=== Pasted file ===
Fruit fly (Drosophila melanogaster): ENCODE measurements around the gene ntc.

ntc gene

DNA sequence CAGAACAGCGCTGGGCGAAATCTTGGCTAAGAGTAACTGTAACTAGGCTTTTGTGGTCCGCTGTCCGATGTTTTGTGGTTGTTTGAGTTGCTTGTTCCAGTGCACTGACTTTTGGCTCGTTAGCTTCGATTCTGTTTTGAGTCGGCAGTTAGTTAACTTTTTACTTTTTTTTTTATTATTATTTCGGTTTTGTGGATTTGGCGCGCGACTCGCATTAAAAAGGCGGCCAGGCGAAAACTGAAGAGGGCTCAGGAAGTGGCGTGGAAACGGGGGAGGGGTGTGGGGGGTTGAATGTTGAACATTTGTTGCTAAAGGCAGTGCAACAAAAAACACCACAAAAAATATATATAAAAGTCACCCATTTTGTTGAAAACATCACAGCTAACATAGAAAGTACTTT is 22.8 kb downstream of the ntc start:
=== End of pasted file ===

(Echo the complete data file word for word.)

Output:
Fruit fly (Drosophila melanogaster): ENCODE measurements around the gene ntc.

ntc gene

DNA sequence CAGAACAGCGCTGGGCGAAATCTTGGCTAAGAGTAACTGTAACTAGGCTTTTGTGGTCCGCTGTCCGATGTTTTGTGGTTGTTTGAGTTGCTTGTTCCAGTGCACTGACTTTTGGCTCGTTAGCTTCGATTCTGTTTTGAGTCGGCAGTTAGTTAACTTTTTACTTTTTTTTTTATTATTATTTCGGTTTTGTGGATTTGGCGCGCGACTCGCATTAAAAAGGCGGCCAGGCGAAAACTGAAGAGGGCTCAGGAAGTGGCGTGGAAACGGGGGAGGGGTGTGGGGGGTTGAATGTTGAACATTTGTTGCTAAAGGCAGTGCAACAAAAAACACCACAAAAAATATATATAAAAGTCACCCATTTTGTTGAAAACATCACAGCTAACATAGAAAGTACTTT is 22.8 kb downstream of the ntc start: